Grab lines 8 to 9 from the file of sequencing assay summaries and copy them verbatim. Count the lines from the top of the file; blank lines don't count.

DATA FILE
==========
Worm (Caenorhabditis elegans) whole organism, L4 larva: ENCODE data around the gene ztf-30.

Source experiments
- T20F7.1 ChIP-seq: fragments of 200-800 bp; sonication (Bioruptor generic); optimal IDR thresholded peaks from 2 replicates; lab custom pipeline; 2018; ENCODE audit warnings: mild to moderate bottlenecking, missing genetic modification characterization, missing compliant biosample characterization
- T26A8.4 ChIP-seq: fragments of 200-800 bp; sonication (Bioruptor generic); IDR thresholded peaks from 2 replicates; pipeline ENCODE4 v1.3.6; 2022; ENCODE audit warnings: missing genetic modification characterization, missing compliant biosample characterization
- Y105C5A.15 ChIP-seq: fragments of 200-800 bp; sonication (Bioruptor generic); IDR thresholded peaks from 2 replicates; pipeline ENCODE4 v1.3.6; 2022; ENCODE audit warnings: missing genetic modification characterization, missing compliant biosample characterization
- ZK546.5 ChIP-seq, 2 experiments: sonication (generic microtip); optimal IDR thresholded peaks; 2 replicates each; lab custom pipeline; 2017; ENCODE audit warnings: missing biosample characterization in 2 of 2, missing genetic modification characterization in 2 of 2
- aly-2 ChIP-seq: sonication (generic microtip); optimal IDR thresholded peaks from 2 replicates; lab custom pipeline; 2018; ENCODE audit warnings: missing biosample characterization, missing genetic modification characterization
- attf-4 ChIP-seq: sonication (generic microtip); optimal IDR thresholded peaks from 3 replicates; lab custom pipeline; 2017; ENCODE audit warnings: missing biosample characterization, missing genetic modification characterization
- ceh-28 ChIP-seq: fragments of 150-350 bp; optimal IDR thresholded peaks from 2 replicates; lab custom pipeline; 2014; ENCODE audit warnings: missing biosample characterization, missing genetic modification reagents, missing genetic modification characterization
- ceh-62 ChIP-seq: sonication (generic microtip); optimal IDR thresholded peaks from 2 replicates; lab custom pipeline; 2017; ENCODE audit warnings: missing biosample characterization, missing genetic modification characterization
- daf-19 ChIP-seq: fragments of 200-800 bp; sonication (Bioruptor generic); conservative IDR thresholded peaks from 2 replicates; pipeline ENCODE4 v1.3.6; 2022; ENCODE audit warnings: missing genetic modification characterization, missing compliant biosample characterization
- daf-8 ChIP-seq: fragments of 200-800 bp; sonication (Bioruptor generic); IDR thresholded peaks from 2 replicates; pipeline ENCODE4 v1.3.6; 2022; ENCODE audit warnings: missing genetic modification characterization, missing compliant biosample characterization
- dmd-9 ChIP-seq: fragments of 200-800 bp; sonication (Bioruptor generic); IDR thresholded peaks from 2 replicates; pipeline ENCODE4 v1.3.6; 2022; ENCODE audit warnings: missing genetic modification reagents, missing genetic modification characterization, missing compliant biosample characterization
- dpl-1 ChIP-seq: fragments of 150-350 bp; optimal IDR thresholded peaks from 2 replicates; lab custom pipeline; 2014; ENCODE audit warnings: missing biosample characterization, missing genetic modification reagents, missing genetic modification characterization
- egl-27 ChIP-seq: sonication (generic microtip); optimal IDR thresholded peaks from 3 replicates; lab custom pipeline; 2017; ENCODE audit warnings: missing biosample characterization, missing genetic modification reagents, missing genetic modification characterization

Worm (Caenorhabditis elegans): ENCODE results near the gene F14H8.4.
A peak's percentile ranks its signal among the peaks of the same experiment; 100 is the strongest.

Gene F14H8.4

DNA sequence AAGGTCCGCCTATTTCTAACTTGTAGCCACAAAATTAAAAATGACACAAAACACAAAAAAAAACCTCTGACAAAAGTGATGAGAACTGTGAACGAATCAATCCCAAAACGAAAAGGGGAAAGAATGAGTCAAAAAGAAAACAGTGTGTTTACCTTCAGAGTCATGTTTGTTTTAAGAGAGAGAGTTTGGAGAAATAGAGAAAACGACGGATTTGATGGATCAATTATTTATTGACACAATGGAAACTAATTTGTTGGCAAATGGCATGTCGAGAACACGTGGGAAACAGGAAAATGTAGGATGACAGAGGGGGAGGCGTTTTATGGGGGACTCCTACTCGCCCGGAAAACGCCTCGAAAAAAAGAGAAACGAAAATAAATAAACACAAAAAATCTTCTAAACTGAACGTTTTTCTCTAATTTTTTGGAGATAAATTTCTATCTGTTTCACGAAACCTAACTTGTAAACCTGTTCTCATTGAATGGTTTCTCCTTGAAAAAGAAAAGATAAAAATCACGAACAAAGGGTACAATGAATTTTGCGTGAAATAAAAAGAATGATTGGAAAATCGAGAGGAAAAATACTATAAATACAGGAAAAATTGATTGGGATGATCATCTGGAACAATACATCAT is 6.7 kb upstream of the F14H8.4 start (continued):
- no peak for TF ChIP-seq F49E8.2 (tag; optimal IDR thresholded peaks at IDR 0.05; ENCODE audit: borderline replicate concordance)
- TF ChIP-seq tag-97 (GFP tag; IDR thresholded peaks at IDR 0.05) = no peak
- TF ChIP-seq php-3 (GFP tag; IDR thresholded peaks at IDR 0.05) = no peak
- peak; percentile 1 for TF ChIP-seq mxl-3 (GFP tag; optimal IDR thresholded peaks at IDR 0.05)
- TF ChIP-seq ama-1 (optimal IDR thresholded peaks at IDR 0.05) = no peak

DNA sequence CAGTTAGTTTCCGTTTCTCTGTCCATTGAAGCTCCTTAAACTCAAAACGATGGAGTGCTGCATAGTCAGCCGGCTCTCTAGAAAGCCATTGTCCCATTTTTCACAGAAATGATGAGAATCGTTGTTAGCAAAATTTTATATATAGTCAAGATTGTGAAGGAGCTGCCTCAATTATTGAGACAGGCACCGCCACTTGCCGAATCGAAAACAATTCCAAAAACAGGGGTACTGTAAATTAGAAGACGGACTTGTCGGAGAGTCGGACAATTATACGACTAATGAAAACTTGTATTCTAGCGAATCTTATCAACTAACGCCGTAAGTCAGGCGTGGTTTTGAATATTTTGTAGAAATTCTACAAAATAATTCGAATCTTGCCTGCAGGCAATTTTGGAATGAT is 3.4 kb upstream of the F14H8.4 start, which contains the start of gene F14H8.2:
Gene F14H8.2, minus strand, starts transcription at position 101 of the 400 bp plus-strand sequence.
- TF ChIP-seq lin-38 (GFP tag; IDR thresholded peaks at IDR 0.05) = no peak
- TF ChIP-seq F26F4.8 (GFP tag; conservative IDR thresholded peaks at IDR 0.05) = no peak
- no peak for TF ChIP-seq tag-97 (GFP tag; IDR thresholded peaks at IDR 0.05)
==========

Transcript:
- attf-4 ChIP-seq: sonication (generic microtip); optimal IDR thresholded peaks from 3 replicates; lab custom pipeline; 2017; ENCODE audit warnings: missing biosample characterization, missing genetic modification characterization
- ceh-28 ChIP-seq: fragments of 150-350 bp; optimal IDR thresholded peaks from 2 replicates; lab custom pipeline; 2014; ENCODE audit warnings: missing biosample characterization, missing genetic modification reagents, missing genetic modification characterization